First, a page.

Robert, the guide - (c) Stan Thomas/Kanale CreationsThe brochure says that this is one of the most scenic bike rides in the world. Can’t argue there. It certainly was beautiful. We stopped many times while our guide, Robert, pointed out various things like plants and the different types of things they are used for. We stopped at scenic vistas. We stopped to see actual coffee plants and coffee plantations. We stopped to see crayfish traps. We stopped to let the slower people catch up. Since it was all downhill, we didn’t need to pedal hardly at all.

Lunch was, of course, jerk chicken. The guides gave a demonstration showing how coffee goes from berry to brew. The smell of roasting coffee wafted through the café. Packaged coffee was available to purchase but only a couple of people bought any.Berry to brew - (c) Stan Thomas/Kanale Creations

Mounting our bikes again, we continued down the mountain. School had just let out and we saw several schoolchildren walking up the hill. They stuck out their hands enticing us to high-five them as we rode by. I will remember the smiles on their faces forever. Who’d of thought that a simple high five could make a kid so happy?

One of the more interesting things Robert pointed out was a beautifully designed building known colloquially as “The Stab House”. It was secluded, far off in the distance. It is said that men would bring women who were, ahem, not their wives, up here for a romantic weekend.

Suddenly our guide turned off the main road – if you can call it that – onto a dirt road. We had to walk our bikes a few yards until we stoppedWaterfall in Blue Mountains - (c) Stan Thomas/Kanale Creations near the main road again. Our ride ended here. Refreshments had been set out in anticipation of our arrival. Our guides told us that we could go swimming here if we liked. From where we were standing, it didn’t look like much. Robert led us down a trail, past some boulders, and lo and behold, there was the waterfall!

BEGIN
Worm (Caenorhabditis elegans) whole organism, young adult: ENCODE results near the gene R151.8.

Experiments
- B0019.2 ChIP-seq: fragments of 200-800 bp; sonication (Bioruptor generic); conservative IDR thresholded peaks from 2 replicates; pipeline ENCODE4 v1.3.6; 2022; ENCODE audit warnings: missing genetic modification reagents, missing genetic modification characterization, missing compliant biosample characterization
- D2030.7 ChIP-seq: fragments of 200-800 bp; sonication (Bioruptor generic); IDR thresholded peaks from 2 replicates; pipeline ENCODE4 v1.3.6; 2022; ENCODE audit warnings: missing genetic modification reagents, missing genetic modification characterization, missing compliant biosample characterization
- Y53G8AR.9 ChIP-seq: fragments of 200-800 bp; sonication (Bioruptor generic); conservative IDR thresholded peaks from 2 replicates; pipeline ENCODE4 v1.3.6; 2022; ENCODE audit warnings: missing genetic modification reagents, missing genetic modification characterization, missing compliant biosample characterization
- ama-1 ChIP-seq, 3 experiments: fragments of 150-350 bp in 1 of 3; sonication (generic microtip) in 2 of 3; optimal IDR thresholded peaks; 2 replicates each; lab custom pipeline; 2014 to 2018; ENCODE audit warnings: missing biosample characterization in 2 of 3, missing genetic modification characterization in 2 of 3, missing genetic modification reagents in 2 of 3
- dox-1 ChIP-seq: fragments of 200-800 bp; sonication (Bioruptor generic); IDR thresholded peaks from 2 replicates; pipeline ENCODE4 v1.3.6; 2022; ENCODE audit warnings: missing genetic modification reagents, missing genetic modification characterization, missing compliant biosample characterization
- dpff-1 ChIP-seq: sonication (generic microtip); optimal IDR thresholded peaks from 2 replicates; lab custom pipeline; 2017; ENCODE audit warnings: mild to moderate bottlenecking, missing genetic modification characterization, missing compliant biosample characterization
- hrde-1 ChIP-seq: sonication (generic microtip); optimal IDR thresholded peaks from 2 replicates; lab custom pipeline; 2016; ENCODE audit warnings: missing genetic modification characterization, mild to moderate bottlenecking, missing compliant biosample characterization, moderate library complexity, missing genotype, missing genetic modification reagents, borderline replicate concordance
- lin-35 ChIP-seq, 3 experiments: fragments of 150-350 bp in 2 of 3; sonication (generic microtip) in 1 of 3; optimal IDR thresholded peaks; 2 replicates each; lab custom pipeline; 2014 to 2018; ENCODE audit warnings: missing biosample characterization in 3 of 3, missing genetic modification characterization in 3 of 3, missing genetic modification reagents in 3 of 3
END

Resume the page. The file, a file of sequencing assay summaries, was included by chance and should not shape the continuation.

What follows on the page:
I brought my swim trunks but didn’t go in. Most of the others did jump in. A few of the locals were swimming around. Soon they began diving off the head of the waterfall. I got a couple of good action shots of them, but the sun was directly in front, killing the photo.

Cleve retraced our route back to the same restaurant we stopped at in the morning. Once again, Cleve did not have to leave anyone when it was time to go.

Since the bike ride was so laid back, I wasn’t at all tired but the heat made me sleepy. I tried to catch a few winks but the condition of the road made it impossible. My daily commute back home can range from four to as much as six hours. Much longer than this trip. Yet I was losing patience with this highway fast. Somebody get me off this road. Please!

Meeting John from Scotland and Kelly from England did make bouncing along this road a bit more bearable. We talked for a while. Turned out they were staying in the same hotel as we were. They invited me out for a beer but I needed to get something substantial on my stomach first so I had to take a rain check.

If you are not very athletic and want a nice, easy ride, then this is an excellent excursion for you. You actually get to get out and walk around the famous Blue Mountains. You get to see this area from eye-level as opposed to bus-level. I, on the other hand, was expecting a more vigorous ride. All in all, you cannot beat the scenery on this tour.